And this is just the beginning, the zero level of details which are there just to spice up the situation. Actually, your purpose in the game universe is to create a solid system of alliances in order to protect the universe from a Darkspawn invasion. Darkspawns are a sort of Orcs that emerge from the underground once in a while to destroy everything on the surface. As a Grey Warden, elite warrior and ambassador of freedom, you will be regarded differently by all the factions in the game, some regarding you as a real savior, others just as a willy-nilly.
My world…what have you done to it?!
As complex as Dragon Age: Origins proves on the socio-cultural level, it is sometimes too plain when talking about exploring the geography of this new imaginary world. If you can explore a healthy amount of lore through tomes, you’re not as successful at world exploration because you have to use a disappoint map in the style of Neverwinter Nights 2. Running around the realm is often slowed down by pseudo-random encounters, which are actually triggered by the different quests.
Just as in Neverwinter Nights, these mini-encounters don’t only make the playing rhythm seem jagged through a lot of loading screens, but they also give a hard time to adventurers. The random battles are really crowded and filled with inaccessible enemies. The general design of levels is just as well inspired, limiting exploration even further, because it doesn’t really feature any décor. In this RPG, everything has a role in the story and will not be used just for eye candy.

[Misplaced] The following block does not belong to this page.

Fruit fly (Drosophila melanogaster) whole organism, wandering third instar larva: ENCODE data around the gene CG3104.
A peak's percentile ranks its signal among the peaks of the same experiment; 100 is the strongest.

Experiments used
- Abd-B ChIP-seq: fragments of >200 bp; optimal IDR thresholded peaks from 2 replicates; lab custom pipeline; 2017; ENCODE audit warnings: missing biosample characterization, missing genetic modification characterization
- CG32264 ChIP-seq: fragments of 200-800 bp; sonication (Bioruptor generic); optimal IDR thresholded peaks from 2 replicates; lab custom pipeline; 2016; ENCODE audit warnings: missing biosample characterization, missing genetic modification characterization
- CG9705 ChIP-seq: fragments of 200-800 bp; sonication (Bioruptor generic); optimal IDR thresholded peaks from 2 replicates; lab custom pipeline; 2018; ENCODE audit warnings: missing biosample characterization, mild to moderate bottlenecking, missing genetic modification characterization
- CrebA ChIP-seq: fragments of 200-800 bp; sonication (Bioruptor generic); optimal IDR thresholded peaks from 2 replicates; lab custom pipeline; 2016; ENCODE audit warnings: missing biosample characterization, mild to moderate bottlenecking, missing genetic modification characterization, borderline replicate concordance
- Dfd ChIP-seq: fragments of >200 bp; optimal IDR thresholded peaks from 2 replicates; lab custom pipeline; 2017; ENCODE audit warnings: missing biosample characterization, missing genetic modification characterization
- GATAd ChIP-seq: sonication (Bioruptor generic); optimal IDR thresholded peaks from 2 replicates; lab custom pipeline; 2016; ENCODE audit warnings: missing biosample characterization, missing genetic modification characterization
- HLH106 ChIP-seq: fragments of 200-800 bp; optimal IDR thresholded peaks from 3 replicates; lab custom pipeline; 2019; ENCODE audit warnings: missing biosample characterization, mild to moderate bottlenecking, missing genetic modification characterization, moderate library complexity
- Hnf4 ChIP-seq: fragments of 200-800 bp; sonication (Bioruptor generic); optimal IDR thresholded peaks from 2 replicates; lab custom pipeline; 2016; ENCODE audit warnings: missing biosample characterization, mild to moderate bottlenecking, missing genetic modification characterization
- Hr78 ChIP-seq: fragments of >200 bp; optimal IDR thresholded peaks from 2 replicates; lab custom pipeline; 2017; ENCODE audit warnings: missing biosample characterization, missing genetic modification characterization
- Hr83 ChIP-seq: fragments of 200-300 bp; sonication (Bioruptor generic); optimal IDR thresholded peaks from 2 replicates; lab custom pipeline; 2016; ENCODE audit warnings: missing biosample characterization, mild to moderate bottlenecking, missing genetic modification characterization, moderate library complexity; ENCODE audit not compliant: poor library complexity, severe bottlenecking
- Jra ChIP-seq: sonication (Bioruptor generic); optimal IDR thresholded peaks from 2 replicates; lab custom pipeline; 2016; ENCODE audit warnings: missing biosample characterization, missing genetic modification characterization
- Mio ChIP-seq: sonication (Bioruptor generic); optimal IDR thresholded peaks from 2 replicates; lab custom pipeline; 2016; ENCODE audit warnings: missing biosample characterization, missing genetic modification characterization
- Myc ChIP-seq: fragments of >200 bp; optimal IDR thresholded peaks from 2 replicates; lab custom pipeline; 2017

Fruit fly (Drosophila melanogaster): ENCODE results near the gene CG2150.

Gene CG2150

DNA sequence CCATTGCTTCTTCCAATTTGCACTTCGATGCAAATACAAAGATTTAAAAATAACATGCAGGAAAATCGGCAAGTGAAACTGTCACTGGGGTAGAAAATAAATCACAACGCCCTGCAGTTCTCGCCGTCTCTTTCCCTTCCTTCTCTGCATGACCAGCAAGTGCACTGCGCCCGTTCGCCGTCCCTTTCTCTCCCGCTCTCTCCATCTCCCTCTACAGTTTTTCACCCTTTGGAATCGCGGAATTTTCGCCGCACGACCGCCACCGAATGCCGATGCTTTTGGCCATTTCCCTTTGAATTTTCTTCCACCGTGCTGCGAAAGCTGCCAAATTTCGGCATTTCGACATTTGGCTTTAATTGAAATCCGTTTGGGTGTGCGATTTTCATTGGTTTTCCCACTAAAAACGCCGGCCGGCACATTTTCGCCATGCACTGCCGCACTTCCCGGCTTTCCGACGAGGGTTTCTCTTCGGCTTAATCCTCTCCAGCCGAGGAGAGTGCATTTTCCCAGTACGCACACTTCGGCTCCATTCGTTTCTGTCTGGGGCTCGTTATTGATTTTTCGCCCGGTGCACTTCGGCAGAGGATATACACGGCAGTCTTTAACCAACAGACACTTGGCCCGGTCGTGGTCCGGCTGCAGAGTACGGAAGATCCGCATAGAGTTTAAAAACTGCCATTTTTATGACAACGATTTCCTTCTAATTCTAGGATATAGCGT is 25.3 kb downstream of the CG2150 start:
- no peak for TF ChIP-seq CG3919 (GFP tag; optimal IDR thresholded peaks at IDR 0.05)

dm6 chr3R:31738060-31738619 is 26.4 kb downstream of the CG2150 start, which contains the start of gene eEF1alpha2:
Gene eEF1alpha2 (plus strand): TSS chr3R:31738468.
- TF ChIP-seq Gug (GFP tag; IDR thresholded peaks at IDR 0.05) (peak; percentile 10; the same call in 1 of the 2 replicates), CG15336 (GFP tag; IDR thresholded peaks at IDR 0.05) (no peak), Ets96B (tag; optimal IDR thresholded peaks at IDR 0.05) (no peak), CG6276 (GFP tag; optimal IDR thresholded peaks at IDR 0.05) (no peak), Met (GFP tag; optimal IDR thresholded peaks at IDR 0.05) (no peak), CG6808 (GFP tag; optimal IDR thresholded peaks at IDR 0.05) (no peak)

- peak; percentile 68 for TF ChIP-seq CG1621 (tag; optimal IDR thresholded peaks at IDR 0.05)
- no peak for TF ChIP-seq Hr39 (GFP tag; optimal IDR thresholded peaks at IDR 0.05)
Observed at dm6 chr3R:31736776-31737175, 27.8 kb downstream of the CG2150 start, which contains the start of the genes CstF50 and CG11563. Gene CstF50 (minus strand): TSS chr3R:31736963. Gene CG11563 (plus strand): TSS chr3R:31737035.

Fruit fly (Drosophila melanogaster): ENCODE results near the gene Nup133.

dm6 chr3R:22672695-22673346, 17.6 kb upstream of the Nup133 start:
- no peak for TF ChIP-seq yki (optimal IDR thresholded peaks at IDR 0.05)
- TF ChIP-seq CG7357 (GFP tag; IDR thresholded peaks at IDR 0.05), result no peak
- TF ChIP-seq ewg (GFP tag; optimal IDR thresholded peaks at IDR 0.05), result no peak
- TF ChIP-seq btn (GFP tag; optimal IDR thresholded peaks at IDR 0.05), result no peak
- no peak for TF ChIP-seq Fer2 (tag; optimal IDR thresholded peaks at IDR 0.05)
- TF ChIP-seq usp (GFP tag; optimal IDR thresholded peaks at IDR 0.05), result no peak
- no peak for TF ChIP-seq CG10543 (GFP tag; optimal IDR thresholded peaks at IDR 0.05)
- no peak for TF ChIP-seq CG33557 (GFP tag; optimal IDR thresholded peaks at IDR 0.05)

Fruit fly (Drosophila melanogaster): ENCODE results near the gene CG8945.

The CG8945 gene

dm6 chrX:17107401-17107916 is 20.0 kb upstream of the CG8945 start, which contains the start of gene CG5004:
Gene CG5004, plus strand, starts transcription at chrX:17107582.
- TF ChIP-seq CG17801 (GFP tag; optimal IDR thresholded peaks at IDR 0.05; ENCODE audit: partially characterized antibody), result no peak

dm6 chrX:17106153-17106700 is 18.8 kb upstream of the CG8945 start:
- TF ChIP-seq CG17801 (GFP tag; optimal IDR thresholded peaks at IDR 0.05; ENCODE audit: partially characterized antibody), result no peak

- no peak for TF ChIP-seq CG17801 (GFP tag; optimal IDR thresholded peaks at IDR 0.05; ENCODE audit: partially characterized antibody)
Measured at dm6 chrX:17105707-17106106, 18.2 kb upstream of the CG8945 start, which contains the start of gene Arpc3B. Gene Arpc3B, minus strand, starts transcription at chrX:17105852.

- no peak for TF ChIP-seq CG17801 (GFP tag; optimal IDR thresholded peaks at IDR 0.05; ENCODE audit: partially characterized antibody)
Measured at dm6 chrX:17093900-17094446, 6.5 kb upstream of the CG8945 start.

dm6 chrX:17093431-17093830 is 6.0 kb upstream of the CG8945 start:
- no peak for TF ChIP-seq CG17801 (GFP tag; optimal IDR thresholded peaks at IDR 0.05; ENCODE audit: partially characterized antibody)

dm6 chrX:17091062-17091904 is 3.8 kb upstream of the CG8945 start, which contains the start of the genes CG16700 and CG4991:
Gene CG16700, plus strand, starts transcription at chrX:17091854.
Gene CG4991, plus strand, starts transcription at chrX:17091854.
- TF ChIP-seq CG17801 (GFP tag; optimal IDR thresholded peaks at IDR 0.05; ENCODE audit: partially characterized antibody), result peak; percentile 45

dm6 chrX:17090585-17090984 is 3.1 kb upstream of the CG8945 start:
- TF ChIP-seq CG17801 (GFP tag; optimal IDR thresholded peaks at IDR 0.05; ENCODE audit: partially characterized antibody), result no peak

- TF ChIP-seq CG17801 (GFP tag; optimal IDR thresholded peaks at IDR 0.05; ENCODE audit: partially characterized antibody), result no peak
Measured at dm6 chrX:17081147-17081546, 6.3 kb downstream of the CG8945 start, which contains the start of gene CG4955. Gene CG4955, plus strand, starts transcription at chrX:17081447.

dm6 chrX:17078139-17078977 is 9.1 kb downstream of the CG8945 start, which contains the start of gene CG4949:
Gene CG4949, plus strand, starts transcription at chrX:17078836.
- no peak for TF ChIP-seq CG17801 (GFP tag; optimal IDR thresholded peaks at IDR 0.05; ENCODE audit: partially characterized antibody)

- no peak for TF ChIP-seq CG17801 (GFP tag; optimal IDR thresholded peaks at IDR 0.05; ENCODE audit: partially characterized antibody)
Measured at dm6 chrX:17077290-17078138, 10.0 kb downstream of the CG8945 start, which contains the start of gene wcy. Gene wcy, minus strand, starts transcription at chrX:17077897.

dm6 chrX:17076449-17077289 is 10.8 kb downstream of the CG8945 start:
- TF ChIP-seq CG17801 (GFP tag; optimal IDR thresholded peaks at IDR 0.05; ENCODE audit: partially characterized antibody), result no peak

Even the different points of interest are disposed in a predictable way and an experienced D&D player will know exactly where to expect traps or an ambush. Actually, there aren’t many areas in the game that are not linked to the main narrative thread. Secondary quests usually take place in already visited locations or they are resolved through random encounters. Secret rooms are out of the question. You don’t even have a Spot Skill anymore, remember?
Still, the important confrontations fit perfectly in the level design, the player being often lured into traps that exploit a poorly configured tactic. The hours spent in the Fade are an exception, as the décor is a true labyrinth, teeming with secrets. Here you can only access some zones by taking up the form of a different spirit and I found these puzzles quite ingenious. These small moments of genius suggested that the people at BioWare were somehow reserved in integrating their wackiest ideas in Dragon Age: Origins.
On the other hand, the designers did insist upon a totally different chapter, meaning the robust quest system, which develops in all directions. As we rarely see in RPGs, missions really have coherent premises and the player doesn’t feel forced by the circumstances to take some decisions. Everything seems natural, the normal consequence of the decisions taken so far.